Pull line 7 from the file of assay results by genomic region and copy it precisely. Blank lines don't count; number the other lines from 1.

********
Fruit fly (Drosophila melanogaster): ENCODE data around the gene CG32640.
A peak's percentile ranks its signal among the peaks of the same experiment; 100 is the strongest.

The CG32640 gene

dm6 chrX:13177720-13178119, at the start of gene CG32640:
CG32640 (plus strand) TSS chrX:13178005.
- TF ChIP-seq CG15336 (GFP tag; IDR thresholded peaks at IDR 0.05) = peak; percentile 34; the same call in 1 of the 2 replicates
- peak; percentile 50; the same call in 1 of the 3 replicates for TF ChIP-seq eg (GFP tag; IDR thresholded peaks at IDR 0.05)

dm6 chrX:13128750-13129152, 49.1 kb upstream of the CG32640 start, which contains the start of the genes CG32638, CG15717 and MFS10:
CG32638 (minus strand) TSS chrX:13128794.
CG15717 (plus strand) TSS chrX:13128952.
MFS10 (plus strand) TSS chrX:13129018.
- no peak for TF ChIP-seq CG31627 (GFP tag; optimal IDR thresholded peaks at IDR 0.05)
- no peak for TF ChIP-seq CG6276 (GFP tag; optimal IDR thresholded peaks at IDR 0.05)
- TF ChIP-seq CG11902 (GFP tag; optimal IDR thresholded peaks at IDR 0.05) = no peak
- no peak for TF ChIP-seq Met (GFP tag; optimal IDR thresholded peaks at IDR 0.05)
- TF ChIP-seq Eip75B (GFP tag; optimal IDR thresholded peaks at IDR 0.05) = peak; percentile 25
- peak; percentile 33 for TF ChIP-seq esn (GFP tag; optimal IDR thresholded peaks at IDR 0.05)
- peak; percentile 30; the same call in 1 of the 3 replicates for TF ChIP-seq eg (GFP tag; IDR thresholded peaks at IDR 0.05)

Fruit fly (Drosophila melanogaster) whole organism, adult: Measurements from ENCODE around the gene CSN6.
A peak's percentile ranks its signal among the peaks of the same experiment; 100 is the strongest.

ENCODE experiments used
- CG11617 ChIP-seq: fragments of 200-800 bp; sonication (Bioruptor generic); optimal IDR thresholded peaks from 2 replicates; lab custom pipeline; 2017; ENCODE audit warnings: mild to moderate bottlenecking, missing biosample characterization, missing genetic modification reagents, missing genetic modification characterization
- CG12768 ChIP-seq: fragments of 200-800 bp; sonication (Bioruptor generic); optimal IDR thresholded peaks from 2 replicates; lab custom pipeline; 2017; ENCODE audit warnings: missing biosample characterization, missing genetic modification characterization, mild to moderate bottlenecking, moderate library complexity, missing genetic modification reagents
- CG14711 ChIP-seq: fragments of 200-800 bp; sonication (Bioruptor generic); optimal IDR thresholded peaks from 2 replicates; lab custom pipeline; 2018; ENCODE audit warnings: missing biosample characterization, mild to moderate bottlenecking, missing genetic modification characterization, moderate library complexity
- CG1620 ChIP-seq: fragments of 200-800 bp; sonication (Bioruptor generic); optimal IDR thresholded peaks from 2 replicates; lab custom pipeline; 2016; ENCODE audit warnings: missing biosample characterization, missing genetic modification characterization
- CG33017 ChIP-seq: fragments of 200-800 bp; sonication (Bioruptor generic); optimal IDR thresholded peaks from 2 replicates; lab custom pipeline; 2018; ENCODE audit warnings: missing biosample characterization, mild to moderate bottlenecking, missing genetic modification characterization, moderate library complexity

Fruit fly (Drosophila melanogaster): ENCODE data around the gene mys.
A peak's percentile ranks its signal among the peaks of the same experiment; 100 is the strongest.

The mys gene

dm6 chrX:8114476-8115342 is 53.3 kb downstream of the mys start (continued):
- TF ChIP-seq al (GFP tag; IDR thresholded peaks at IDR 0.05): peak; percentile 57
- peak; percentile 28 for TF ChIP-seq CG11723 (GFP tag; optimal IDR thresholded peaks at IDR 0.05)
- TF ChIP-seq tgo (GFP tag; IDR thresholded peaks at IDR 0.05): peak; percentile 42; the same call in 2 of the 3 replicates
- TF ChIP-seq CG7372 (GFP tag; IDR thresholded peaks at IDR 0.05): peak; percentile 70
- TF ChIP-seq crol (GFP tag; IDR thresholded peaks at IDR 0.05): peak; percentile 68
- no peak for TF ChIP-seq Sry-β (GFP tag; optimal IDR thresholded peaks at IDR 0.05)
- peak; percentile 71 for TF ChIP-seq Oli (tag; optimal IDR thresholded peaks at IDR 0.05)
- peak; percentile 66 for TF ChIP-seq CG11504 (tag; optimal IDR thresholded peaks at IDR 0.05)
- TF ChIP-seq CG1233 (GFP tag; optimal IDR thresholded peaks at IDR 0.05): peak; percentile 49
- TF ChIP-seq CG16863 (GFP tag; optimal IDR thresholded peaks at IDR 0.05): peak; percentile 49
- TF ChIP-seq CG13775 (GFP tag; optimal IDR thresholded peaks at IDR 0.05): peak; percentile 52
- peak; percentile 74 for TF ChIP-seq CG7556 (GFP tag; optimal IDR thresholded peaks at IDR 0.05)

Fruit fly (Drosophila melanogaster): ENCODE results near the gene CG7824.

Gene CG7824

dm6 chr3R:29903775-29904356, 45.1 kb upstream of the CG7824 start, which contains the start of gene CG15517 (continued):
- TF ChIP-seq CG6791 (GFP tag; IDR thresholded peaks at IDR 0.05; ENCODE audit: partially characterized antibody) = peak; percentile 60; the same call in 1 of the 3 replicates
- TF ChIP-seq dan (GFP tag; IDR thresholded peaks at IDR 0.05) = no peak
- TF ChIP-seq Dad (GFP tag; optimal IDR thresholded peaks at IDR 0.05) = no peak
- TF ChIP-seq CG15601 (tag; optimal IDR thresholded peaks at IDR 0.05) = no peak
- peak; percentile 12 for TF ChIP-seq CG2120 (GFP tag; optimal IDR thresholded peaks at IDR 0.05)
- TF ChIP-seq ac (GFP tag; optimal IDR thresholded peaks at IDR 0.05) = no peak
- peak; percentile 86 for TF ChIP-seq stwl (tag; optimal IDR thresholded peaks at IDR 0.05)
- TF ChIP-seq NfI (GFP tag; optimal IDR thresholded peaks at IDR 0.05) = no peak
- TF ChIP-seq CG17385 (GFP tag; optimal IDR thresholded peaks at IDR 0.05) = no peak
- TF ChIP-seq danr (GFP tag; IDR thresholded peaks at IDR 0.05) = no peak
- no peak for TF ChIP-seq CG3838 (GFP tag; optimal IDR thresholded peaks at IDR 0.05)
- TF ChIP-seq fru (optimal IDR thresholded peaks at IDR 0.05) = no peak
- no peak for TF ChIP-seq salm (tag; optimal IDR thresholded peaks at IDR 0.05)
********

- peak; percentile 50; the same call in 1 of the 3 replicates for TF ChIP-seq eg (GFP tag; IDR thresholded peaks at IDR 0.05)